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Dec 27, 2012 6:00am EST
is that we celebrate. so, 225 years ago, let's say august, 1787, self-government exists almost nowhere on the planet outside of the new world. you have a few sheep and herders in switzerland before there were swiss banks. [laughter] and holland in the netherlands are in the process of losing self-government and england has the house of commons but also has the house of lords and a hereditary king and so, you look back -- so it's a vast multitude on the planet but no self-government in russia, and china and india and africa, most of europe. you look back through the previous millennia and you have democracy and self-government existing in very few tiny city states, athens because they can't defend themselves militarily and even when it did exist people would speak the same language and worship the same god, the same climate and culture, a very small little area. that is all of world history. and you look today, democracy is half the planet. if you asked me what changed, what was the hinge of all of that i think i would say the word we the people. 225 years ago the hinge of world history
Dec 26, 2012 7:30am EST
parties and our governing institutions is problem number one. problem number two which is the toughest thing for us to say and for many people to hear is that in the parties are not equally implicated in this. we have something called asymmetric polarization in which the republican party has in recent years become almost a radical insurgency quite prepared to repeal a hundred years' worth of public policy. so we don't know how to cope with the situation when both of our parties are not operating in the pain -- in the mainstream, and the book is written to help people understand why this has happened and what we can do about it. >> now, wasn't there a time, though, that the democrats were the party that was asymmetrically out of balance with the rest of the nationsome. >> oh, yeah. that's been true many times in history, most recently in the late 1960s, you know, over vietnam and other issues. but you could go back to the 1890s which was the last period of dramatic polarization like this when the democrats were off the rails on the left. you know, we come out of these terrible problems,
Dec 28, 2012 6:00am EST
meaning that big government, big corporations and big unions would decide who's going to win and who's not going to win, and that he would take a less aggressive role abroad in what we now call lead from behind. a lot of these historians wondered how he was going to accomplish so much when he had two wars going on at that time in iraq and afghanistan, and even lyndon johnson couldn't get a lot of his domestic stuff passed when he had two wars going. but obama said, well, i can do it because -- he didn't say these words, because i'm special. and it was a real insight into his character which has a great deal of i would call over self-confidence, human hubris, t pride if himself, and a view of he doesn't really understand how the world works which makes him an amateur. >> host: you report on the conversation that held place in that historians' meeting, and you say that he had proposed a new term for his term in office, and that was a new foundation -- >> guest: yes. >> host: and what was -- >> guest: and doors kearns goodwin who is one of the historians there said i don't think that's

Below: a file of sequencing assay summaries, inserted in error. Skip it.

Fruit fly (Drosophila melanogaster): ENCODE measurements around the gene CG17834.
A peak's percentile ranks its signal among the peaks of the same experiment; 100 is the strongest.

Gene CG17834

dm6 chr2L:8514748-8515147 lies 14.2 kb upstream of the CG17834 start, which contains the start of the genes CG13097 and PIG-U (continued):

Dec 29, 2012 2:00am EST
in the government and as a major cities a conservative but the reason that the reporters have called him moderate is not because of his voting record but it's because of his manner and in this climate, she has a moderate manner and that he is willing to talk to democrats. he is willing to work with sam and engage with president obama on issues and there are some liberal democrats so maybe that is the language that we should be more careful to use. >> can i just follow a format? i think susan is right. it's about more than ideology it would be a mistake to say this is nothing but an ideological polarization of the parties. it also has to do with the sort of process of politics and a belief in the legitimacy of the other side and the willingness to engage in the give-and-take. barney frank, you've got to love him pretty well with his ranking republican spencer bachus but once the finished in the committee even though many of his ideas were included, i can't possibly support you because my party has a strategy. it's a political strategy that i can't do anything about it. there is a dynamic at work t
Dec 27, 2012 2:00am EST
have three banch branches of government. let's go with that. most have vie -- an independent executive works well for massachusetts and new york. let's build on that. many of the bill of rights. george mason he gives u.s. virginia bill of rights. that's model for the federal bill of rights. abolition of slavery occurred in several states. and we have to study, you know, and make amendments. what has gone before us. we have the duty to the future, i think we danger it best when we actually are understanding or respectful of the past. that's part of the national archives is about. if i could just, on a personal note, tell you the story why i'm here. and justice thomas' presence needs no explanation. he's justice thomas. what the heck am i doing here? well, when i was 11 years old, i came to the national archives, and i got this document that is big, big verse of the emancipation proclamation, and it was edition of the emancipation proclamation. you can take a look at the 100th anniversary of september 1962 and the archives released that a special edition for kids like me. and i got my pi
Search Results 0 to 4 of about 5